Well, it is finally done. Federal funds traded yesterday at 0.35 percent, up from 0.11 to 0.13 where it had been prior to this week. How did this happen? The Fed now pays 0.50 % on excess reserves deposited (by commercial banks) at the Fed. It makes you wonder why anyone lends reserves to anyone else at less than 0.50 %.
In the good old days, the textbooks say, the Fed would raise the target on the funds rates by making reserves scarce (open market sales of treasuries were cited as the appropriate mechanism). Scarcity in the funds market would then spill over into money markets and all rates would rise accordingly. That was in the good old days.
This week's raise seems to have affected no other rates in the money market arena -- cd rates are unchanged, bill rates, treasury note issues all seem to have lower yields at the end of the week than earlier in the week. So, besides funds and temporarily repo rates, of what significance is the Fed's raising its target funds rates. Answer: apparently, zero.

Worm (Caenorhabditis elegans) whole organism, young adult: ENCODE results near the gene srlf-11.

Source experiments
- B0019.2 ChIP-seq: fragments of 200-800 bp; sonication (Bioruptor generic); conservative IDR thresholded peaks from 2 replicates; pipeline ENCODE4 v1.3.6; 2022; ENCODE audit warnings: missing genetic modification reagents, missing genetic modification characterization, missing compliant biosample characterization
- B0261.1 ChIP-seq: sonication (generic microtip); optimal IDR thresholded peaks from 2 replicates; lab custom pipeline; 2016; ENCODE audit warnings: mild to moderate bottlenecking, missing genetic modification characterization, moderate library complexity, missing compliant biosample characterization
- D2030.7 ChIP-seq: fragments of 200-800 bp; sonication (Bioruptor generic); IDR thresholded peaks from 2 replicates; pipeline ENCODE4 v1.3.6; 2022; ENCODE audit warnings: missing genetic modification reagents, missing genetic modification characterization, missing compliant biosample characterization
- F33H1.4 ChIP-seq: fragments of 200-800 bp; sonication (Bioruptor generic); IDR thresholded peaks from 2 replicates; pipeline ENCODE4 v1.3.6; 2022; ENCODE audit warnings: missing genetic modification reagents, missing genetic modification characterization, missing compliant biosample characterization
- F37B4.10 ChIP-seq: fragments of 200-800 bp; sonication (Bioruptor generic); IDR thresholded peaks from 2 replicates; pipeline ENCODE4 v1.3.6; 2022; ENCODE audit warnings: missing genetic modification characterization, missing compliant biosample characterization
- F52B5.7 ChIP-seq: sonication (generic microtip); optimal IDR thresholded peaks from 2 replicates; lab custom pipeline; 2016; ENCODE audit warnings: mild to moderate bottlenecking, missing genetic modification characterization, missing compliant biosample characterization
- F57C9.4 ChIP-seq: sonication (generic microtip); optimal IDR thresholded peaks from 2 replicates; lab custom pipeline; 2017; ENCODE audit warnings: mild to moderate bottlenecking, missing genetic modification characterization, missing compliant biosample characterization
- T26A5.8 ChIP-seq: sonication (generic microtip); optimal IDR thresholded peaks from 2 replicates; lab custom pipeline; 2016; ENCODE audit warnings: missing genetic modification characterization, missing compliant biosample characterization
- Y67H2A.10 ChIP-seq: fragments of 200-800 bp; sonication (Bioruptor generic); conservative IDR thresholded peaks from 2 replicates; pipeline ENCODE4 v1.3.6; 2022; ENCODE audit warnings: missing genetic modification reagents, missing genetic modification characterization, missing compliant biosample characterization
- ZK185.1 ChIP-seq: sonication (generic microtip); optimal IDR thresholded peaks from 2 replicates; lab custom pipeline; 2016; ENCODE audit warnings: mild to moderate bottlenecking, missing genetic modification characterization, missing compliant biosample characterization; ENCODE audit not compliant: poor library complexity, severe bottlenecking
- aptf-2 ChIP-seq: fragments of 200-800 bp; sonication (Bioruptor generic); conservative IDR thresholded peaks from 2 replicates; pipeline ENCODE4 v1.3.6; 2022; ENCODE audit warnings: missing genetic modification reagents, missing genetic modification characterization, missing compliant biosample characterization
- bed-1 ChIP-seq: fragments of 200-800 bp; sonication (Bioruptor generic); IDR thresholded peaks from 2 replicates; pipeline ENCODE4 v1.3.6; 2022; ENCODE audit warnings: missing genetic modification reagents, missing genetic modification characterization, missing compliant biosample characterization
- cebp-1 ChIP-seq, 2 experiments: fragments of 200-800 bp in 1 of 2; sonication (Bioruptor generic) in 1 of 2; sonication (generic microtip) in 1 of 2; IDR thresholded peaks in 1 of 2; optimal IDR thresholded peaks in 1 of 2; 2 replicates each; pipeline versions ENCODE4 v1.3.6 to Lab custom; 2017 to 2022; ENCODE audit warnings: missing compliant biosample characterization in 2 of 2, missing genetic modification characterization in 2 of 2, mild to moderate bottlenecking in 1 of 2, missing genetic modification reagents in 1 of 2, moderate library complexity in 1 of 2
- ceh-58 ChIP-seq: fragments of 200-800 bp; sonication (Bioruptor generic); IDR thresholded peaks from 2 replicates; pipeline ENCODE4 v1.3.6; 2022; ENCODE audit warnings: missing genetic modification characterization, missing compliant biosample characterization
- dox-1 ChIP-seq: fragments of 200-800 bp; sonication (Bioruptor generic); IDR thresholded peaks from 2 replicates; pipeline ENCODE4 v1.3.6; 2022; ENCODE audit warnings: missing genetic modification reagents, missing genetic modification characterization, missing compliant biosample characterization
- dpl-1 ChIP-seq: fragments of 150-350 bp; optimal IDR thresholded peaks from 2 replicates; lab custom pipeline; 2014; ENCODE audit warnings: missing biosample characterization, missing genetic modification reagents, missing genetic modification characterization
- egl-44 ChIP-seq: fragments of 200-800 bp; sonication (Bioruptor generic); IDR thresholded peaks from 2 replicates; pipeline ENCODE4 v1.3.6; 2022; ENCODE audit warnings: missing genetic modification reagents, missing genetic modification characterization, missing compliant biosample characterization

Prime rates all jumped, but the prime rate is not a market determined rate and is often completely unrelated to the actual lending rates paid by prime customers. This is probably just backdoor gouging by the commercial banks of their smaller customers. No serious large lender would be impacted by a change, of any kind, in the announced prime rate.
Listening to Janet Yellen explain what the Fed was up to was interesting. She thinks 2 percent growth is a sign of a good economy. She did reference, indirectly, the strangling impact of Dodd-Frank on commercial lending. She sees inflation as a major problem down the road. Has no plans to reduce Fed's $ 3 trillion balance sheet.
So much for the Fed. They have made the federal funds rate irrelevant. Who cares what their target rate is?